He did the same, albeit with a lot more help, in the 2016, 2017, 2018 Champions League finals. All finals after which Ronaldo and Bale were lauded for their goals, while Modric’s vital contributions somewhat faded into the background – vaguely mentioned in a sidebar column in a national newspaper once the Bale and Ronaldo well had dried up. 

Indeed for most of the decade, that’s what Modric did. 

He faded into the background, forever in the shadow of the supposedly superior talents that scored more goals than he ever could. 

FIFA World Cup 2018 Russia"France v Croatia"

It would take a quite astonishing turn at the 2018 FIFA World Cup for Luka Modric to finally be receive the plaudits he had long deserved.

In June and July of 2018, Modric would drag an unfancied Croatia side to the final of the tournament, putting in man of the match performance after man of the match performance along the way – even scoring the odd goal too. 

While the Croatian captain would still shy away from the limelight slightly, with Mario Mandzukic scoring the famous winner in the semi final, and Ivan Rakitic scoring the decisive penalties in the previous two rounds, it would be Modric who would finally get the credit. 

Perhaps due to the fact that football was not hidden behind a paywall for two months (has been back behind the paywall since) and people were able to watch full games as opposed to illegal YouTube highlight reels, the world was finally able to sit up and take notice of Modric’s talents. 

Millions around the world were finally able to see, not just the second, 100 milliseconds or blink of the eye moments in which CR7 and Messi shine in, but the other 92 minutes and 59 seconds in which Modric shines. 

And as such, Modric was finally – rightfully – heralded as the best in the world. 

The long overdue accolades would follow. 

Luka Modric

The former Tottenham man would win the FIFA World Cup Golden Ball, UEFA Men’s Player of the Year and become the only player other than Messi and Ronaldo to win the Ballon d’Or this decade. 

Indeed, Modric was more than deserving of these awards. As after a decade in the shadow of goalscorers, the little Croatian midfielder had finally stolen the limelight, and proved that he is one of the very best of all time. 

For more from Jack Gallagher, follow him on Twitter!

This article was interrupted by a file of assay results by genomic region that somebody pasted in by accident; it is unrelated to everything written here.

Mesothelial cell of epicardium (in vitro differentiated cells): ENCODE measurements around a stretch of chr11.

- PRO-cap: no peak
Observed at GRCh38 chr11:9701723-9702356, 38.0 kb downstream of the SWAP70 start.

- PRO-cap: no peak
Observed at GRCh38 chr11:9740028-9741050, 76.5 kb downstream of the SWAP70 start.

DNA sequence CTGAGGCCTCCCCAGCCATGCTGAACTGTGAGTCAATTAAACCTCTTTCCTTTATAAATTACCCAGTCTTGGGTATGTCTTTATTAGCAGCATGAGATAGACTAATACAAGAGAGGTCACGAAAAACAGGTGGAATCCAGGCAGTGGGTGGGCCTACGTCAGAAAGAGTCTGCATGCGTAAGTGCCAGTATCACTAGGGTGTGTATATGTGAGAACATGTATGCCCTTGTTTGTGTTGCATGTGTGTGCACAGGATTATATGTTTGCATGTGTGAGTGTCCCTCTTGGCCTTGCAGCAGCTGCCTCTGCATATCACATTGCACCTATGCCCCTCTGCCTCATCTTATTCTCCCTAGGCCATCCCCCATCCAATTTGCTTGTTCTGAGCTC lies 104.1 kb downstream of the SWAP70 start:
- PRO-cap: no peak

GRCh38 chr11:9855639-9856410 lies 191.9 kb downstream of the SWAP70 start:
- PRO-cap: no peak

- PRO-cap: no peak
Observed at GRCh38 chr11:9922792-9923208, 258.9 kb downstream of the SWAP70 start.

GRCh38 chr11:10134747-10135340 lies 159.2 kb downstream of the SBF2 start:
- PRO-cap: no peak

Number 20 – Arjen Robben: The Flying Dutchman Who Became a Modern Legend at Bayern Munich

Number 19 – Mohamed Salah: The Humble King Who Conquered Rome and Took Liverpool By Storm

Number 18 – Sergio Aguero: The Man Who Painted Manchester Blue With One Kick of a Football

Number 17 – Manuel Neuer: The Bayern Munich & Germany Legend Who Revolutionised Goalkeeping

Number 16 – Eden Hazard: The Brilliant Belgian Who Mesmerised Fans Across the World

Number 15 – Zlatan Ibrahimovic: The Man Who Needs No Introduction

Number 14 – Toni Kroos: The Underrated Jahrhunderttalent Who Was There for the Biggest Occasions

Number 13 – Giorgio Chiellini: The Juventus Legend Who Has Always Found a Way to Win

Number 12 – Marcelo: From Favela Kickabouts Under Grandad’s Watch to 4 Champions League Wins

Number 11 – Robert Lewandowski: Bayern Munich’s Best Foreign Player & Europe’s Most Underrated Star in History

Number 10 – Neymar Jr: Brazil’s Generational Talent Who Dictated the Greatest Champions League Night in History

Number 9 – Gareth Bale: The Cursed Talent Who Went on to Conquer Europe Four Times

Number 8 – Dani Alves: The Maverick Who’s Just Too Good to Be Copied

Number 7 – Franck Ribery: The Serial Entertainer Who Was Born to Win

Number 6 – Luis Suarez: The Uruguayan Heel Who Never Bit Off More Than He Could Chew

Number 5 – Andrés Iniesta: The Enigmatic Architect Behind the Best Barcelona Team in Modern History

?Number 4 – Sergio Ramos: Football’s Big Bad Who Has Dominated the Sport Like No Other